About This Project
The majestic tiger is an iconic resident of zoos, fascinating people of all cultures. This project will determine what is going on inside tigers. The tens of trillions of microbes found in a gut microbiome influence many aspects of health, and yet are unseen and unknown to us. Using non-invasive sampling methods, we will identify the microbial zoo of the tiger gut, with the ultimate aim of better understanding how to promote a healthy microbiota that will ensure healthy tigers.
Ask the ScientistsJoin The Discussion
What is the context of this research?
Gut microbes play critical roles in host animal health (Sekirov et al., 2010), including impacts on gut health, immune function, nutritional status, behavior, and even mood. The gut microbiota is host-specific, i.e., individuals have specific populations of microbes that are influenced by internal factors (e.g., species, age, health status) and environmental variables (e.g., diet, stress), and changes over time (Sekirov et al., 2010).
Diet modulates gut microbiota, and in turn, the microbial composition can dramatically influence how the animal responds to its diet. Captive tigers don't hunt wild prey, so their dietary intake differs from wild tigers. Therefore, their gut microbiota is likely to also differ, potentially affecting captive tiger health, but the extent of impact is unknown.
What is the significance of this project?
High-fiber diets have been shown to improve gut function and health, as well as satiety and behaviour in carnivores, all of which support improved animal welfare. Given the beneficial role of fiber in many other species, captive tiger diets supplemented with a form of fibre may offer important advantages to tiger behavioural and physiological health. One particularly important mechanism by which fiber is thought to exert its effect on health is via modification of the gut microbiota (Scott et al., 2008). Yet, the microbiota of tigers has not been comprehensively investigated. Moreover, dietary intervention studies examining the influence of dietary fiber in this endangered species are sorely lacking. This project will therefore address these gaps in our understanding.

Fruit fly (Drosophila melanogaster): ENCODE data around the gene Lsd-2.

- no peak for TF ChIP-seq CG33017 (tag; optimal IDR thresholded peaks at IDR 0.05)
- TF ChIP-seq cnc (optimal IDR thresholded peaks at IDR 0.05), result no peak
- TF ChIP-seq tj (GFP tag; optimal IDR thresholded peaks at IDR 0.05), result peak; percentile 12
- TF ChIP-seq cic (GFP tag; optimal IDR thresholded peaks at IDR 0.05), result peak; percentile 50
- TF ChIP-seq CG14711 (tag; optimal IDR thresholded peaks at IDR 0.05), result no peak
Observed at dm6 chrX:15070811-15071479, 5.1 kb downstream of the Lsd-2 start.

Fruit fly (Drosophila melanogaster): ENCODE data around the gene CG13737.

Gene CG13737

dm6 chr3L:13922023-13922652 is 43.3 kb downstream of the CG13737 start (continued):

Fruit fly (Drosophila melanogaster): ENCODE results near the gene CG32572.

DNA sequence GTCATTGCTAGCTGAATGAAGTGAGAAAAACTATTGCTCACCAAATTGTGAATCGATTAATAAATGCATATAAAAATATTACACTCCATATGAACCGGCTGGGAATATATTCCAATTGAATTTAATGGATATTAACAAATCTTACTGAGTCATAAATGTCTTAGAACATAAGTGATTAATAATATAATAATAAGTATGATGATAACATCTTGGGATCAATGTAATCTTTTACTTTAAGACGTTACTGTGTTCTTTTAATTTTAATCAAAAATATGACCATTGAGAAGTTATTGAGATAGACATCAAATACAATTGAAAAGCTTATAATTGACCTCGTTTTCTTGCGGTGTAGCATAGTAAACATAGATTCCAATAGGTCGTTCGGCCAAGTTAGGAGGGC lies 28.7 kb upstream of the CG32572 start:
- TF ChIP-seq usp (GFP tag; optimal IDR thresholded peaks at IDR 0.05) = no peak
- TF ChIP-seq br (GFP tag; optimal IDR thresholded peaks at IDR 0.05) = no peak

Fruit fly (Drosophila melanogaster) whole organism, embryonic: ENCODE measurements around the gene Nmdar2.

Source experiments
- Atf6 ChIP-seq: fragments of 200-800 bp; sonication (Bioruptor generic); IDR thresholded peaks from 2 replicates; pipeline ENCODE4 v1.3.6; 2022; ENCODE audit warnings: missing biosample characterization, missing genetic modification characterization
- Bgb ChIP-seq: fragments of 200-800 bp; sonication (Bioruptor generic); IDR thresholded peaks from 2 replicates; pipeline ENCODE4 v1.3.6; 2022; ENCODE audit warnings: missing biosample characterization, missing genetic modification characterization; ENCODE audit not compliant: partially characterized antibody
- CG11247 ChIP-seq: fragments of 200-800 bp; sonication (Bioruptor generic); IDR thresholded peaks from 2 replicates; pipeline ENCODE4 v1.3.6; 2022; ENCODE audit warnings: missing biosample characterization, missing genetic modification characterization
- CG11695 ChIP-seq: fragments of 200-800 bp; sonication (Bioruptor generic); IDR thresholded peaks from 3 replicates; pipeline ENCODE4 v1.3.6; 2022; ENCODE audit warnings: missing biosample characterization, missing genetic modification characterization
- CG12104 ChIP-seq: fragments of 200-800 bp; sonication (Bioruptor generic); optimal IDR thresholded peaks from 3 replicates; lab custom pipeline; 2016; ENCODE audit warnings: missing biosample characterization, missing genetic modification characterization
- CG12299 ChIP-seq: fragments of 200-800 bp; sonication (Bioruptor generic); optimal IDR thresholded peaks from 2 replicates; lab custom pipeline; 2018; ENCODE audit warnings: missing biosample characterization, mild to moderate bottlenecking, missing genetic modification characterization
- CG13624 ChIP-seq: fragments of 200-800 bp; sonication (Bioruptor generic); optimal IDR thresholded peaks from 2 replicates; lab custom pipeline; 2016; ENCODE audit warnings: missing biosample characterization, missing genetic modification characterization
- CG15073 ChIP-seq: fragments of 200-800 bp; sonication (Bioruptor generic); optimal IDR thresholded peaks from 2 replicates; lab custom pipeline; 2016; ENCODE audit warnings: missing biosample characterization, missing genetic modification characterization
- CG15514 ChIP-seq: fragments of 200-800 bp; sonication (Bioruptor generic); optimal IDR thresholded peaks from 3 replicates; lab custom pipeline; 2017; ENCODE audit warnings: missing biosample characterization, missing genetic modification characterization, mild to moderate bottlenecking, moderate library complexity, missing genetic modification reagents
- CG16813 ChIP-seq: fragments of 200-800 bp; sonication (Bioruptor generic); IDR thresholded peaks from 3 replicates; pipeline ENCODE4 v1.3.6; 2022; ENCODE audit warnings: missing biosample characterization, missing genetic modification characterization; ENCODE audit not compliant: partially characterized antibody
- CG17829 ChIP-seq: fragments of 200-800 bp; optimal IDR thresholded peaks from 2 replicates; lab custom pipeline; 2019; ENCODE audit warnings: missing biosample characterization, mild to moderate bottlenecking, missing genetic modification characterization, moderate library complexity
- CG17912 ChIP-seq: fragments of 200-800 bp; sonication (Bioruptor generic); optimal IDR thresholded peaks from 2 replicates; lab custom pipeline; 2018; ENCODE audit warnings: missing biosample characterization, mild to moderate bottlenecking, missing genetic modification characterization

What are the goals of the project?
This project aims to firstly characterise the tiger's microbiome. Whilst doing so we will also be able to investigate the influence of dietary fiber, when supplemented to a ground meat diet, on the tigers' microbiota. Nine tigers in a US zoo have been recruited into this project. The tigers will be fed their typical meat diet, and then switched to a diet supplemented with fiber. Feces from all animals will be collected during feeding periods with and without fiber, and analyzed for microbiological composition and diversity. As well as being the first controlled study of the captive tiger gut microbiome, our analyses will determine how/if dietary fiber influences the gut microbiota. This will allow us to make predictions about the influence of fiber on tiger health and welfare.
These two laboratory costs will enable us to identify and quantify the microbial species present in the tiger gut. Microbes will be identified (diversity and composition) using samples of captive tiger feces. Microbial DNA will be extracted from feces and used to amplify 16S rRNA genes. Gene sequences will be obtained using a high throughput Illumina Miseq platform that will allow us to identify common and rare members of the tiger gut microbiomes. Sequence data will be analyzed using the mothur bioinformatics pipeline followed by a battery of statistical analyses that will enable comparisons among tigers, and that will reveal impacts of diet. Results will be made available to the public through websites and publications. Other costs associated with the project (e.g. tiger diet, sample collection equipment, researcher time, sample transport) are being funded independently (funds are secured for these costs).
Meet the Team
This project forms part of a larger project investigating the impact of dietary fiber on tiger behavioural and physiological health. Our multi-disciplinary team reflects the holistic approach we are taking to studying tiger health and welfare.